The Council on Tall Buildings and Urban Habitat (CTBUH) has shortlisted four buildings for the annual "Best Tall Building Awards." Considered to be the four best skyscrapers of the year, the buildings have been named from each of the four competing regions in the world - Americas; Asia and Australia; Europe; the Middle East and Africa - from nominees representing 33 countries. One of the buildings will be crowned the world's best at a ceremony this November.
The four top skyscrapers for 2015 are...
A new research study conducted by the Council on Tall Buildings and Urban Habitat (CTBUH), entitled Tall Buildings in Numbers – Japan: A History of Tall Innovations, examines the evolution of tall buildings in Japan since the 1960s. The study highlights key innovations in Japan’s skyline through a compilation of graphic representations, including a timeline of notable highrises, a scatterplot of towers over 150 meters and annual construction rates, and a comparison of skyscraper density with regional populations.
View the interactive charts after the break.
Graphic artist and designer Martin Vargic of Halcyon Maps has created a fascinating set of infographics that showcase both the cultural typologies of each continent's architecture as well as the evolution of its tallest buildings throughout history. Exploring the progression of height differences of the tallest buildings in Europe, North America, Asia, Africa, South America, and Oceania, Vargic's visually-striking charts detail 5,000 years of building history, from ancient to modern times.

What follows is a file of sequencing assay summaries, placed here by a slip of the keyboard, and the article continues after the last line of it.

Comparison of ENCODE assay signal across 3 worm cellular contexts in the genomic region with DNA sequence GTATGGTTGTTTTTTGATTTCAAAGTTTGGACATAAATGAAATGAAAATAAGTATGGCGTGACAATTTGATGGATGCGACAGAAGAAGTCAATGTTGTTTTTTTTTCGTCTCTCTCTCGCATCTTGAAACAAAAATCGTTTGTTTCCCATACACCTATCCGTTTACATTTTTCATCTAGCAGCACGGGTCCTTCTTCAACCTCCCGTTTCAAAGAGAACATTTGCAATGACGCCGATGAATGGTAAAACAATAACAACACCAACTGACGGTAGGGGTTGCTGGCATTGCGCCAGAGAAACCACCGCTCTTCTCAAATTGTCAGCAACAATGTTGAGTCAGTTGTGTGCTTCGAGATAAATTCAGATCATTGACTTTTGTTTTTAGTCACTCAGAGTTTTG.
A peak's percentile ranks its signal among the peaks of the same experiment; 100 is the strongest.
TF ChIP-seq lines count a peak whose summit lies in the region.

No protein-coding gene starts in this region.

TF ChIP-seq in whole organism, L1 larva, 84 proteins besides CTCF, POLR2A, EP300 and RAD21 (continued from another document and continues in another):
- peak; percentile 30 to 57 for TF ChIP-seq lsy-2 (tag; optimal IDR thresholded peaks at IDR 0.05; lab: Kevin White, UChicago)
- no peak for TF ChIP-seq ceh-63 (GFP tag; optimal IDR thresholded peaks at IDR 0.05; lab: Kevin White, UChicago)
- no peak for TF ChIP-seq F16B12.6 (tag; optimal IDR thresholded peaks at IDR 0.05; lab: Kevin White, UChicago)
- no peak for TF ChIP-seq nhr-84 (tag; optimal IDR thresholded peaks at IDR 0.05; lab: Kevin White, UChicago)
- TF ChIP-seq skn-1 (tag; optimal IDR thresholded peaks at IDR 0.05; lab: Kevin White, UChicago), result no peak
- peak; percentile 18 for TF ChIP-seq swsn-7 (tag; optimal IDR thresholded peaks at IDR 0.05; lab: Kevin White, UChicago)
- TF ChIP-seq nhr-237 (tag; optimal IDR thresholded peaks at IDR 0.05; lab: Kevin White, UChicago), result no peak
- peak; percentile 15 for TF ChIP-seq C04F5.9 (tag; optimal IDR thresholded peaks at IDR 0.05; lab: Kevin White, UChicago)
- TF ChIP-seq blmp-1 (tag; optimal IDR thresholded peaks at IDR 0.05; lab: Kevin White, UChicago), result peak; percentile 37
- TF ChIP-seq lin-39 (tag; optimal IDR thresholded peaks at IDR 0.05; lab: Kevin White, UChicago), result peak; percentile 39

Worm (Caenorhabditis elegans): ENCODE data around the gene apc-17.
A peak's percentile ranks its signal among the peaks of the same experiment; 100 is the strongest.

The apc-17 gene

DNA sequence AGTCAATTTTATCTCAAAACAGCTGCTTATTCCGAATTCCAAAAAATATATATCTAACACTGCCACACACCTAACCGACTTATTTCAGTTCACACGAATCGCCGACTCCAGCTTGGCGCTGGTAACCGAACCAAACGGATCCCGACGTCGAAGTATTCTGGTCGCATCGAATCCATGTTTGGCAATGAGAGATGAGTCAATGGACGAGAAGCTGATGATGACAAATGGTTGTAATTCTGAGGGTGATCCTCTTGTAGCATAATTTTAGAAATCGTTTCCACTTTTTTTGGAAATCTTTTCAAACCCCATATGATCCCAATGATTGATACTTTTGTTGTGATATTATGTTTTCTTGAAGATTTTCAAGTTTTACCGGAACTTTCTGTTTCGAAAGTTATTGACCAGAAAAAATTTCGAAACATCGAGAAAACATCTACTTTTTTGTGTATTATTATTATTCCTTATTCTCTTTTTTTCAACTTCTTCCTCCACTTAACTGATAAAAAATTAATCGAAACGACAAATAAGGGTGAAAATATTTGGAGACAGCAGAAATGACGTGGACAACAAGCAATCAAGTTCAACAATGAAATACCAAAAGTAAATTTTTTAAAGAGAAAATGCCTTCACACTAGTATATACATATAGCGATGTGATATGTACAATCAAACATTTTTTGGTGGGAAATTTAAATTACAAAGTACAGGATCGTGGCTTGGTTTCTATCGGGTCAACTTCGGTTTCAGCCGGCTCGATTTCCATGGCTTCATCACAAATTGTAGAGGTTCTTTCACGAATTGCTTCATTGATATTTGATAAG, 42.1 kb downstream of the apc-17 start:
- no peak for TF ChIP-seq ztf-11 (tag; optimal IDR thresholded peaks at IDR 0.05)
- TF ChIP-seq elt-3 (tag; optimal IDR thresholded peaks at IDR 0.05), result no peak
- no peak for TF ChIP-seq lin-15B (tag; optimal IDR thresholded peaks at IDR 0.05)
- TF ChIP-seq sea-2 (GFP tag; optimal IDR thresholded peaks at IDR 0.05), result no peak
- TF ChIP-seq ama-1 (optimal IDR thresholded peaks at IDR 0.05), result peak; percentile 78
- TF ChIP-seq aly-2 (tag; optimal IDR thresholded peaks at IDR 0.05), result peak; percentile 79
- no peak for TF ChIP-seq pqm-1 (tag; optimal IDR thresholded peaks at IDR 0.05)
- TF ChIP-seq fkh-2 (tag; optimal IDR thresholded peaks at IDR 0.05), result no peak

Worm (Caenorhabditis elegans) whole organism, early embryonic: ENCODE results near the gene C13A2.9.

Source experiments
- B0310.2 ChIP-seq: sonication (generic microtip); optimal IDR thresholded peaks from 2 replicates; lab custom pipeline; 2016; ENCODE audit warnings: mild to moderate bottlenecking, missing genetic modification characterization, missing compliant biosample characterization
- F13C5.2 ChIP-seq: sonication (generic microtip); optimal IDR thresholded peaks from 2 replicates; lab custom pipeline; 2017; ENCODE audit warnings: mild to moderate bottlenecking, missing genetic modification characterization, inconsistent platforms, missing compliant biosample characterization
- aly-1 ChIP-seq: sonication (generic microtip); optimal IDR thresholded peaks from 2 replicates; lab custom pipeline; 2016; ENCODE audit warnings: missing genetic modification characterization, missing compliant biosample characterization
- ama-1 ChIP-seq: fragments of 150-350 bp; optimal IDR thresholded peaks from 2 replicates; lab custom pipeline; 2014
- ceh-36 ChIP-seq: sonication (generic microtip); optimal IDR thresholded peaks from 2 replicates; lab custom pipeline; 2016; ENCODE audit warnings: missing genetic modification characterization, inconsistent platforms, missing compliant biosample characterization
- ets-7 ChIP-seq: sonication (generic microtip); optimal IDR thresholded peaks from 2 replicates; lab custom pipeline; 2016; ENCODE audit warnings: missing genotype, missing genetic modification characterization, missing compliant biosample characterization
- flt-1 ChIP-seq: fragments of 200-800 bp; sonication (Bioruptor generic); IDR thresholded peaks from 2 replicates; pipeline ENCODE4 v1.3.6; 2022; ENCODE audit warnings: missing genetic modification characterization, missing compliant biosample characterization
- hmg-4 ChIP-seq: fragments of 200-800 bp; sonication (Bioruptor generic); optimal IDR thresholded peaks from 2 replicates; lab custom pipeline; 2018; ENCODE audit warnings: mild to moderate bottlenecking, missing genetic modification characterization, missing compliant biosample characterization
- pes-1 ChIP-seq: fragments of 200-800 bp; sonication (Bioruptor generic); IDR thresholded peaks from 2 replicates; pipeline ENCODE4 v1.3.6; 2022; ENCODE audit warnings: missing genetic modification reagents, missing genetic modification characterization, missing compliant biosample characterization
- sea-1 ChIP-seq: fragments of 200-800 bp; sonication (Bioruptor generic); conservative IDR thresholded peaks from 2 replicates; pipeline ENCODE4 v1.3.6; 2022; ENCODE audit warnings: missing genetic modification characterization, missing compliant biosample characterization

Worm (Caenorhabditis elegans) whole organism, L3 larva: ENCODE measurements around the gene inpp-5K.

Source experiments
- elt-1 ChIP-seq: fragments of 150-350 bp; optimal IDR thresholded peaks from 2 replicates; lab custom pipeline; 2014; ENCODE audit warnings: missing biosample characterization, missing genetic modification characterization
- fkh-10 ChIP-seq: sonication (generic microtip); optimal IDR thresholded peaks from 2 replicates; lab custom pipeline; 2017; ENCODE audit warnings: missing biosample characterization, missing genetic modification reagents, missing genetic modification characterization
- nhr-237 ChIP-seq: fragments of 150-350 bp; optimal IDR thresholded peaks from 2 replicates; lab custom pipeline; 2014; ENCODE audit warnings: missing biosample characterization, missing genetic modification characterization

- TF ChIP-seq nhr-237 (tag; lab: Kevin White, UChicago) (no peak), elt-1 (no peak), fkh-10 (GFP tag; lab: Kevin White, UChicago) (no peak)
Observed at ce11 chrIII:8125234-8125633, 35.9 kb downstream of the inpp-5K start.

Check out the charts, after the break.
In this interview, conducted by the Council for Tall Buildings and Urban Habitat, Ole Scheeren discusses the ideal height for sustainable buildings. Drawing reference from two of his projects, MahaNakhon and The Interlace, he speaks to the difference between height and density, and how those two interplay when creating livable spaces in urban areas. He goes on to talk about how large buildings such as skyscrapers can be made more open to the surrounding city, both visually through programming. Watch the full clip above!
This year’s title of “Best Tall Building Worldwide” has been awarded to One Central Park, in Sydney, Australia. The award, presented by the Council on Tall Buildings and Urban Habitat (CTBUH), was chosen after a year long selection process across 88 entries in four regions. Senior representatives of each of these four winners presented at the CTBUH Awards Symposium on November 6th at the Illinois Institute of Technology, Chicago, and the winner was announced at the Awards Dinner following the Symposium. Read on after the break to learn more about the winning building.
Deutsche Post Towers in Bonn Germany has received the 10 Year Award from the Council on Tall Buildings and Urban Habitat (CTBUH). Completed in 2002 and designed by Murphy/Jahn, Post Tower was a leader in introducing high performance design elements to create a more efficient and pleasant office environment, and has now been recognized by this unique award which rewards proven value and performance in a tall building over a period of 10 years since its completion, and offers a valuable look at the life of buildings long after the initial designs are realized. Read on after the break to learn more about the winning building.
Recently, ArchDaily editors received an interesting request from an anonymous Communications Director of an unnamed New York firm, asking us “In your reporting, please do not repeat as fact, or as "official," the opinion that One World Trade Center in New York will be the tallest building in the United States.” He or she goes on to explain that the decision maker who 'announced' the building as the tallest in the US, the Council on Tall Buildings and Urban Habitat (CTBUH), is not officially endorsed by the AIA or the US Government, and that while their work is beneficial for architecture and cities as a whole, their criteria for height evaluation are flawed and have been criticized by many in the industry.